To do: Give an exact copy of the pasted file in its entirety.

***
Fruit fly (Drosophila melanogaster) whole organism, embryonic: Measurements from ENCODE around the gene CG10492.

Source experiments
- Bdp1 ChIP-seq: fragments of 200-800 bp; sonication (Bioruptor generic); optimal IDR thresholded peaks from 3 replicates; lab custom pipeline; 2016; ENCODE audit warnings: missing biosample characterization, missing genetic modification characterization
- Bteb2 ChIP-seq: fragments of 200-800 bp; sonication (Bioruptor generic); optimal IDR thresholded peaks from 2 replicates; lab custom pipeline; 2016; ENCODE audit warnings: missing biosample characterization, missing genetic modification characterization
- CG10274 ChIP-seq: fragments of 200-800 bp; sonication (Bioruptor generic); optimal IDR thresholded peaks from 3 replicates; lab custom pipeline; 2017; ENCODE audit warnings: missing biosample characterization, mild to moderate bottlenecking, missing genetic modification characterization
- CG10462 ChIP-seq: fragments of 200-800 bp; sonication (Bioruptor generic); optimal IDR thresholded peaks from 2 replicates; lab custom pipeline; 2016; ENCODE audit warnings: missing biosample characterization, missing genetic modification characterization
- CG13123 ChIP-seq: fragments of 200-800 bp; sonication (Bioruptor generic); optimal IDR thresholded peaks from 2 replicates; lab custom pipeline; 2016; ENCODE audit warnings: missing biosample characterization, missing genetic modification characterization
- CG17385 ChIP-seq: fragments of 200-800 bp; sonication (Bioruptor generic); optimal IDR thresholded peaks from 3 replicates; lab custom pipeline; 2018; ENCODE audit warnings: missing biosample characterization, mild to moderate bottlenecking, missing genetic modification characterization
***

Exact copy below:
Fruit fly (Drosophila melanogaster) whole organism, embryonic: Measurements from ENCODE around the gene CG10492.

Source experiments
- Bdp1 ChIP-seq: fragments of 200-800 bp; sonication (Bioruptor generic); optimal IDR thresholded peaks from 3 replicates; lab custom pipeline; 2016; ENCODE audit warnings: missing biosample characterization, missing genetic modification characterization
- Bteb2 ChIP-seq: fragments of 200-800 bp; sonication (Bioruptor generic); optimal IDR thresholded peaks from 2 replicates; lab custom pipeline; 2016; ENCODE audit warnings: missing biosample characterization, missing genetic modification characterization
- CG10274 ChIP-seq: fragments of 200-800 bp; sonication (Bioruptor generic); optimal IDR thresholded peaks from 3 replicates; lab custom pipeline; 2017; ENCODE audit warnings: missing biosample characterization, mild to moderate bottlenecking, missing genetic modification characterization
- CG10462 ChIP-seq: fragments of 200-800 bp; sonication (Bioruptor generic); optimal IDR thresholded peaks from 2 replicates; lab custom pipeline; 2016; ENCODE audit warnings: missing biosample characterization, missing genetic modification characterization
- CG13123 ChIP-seq: fragments of 200-800 bp; sonication (Bioruptor generic); optimal IDR thresholded peaks from 2 replicates; lab custom pipeline; 2016; ENCODE audit warnings: missing biosample characterization, missing genetic modification characterization
- CG17385 ChIP-seq: fragments of 200-800 bp; sonication (Bioruptor generic); optimal IDR thresholded peaks from 3 replicates; lab custom pipeline; 2018; ENCODE audit warnings: missing biosample characterization, mild to moderate bottlenecking, missing genetic modification characterization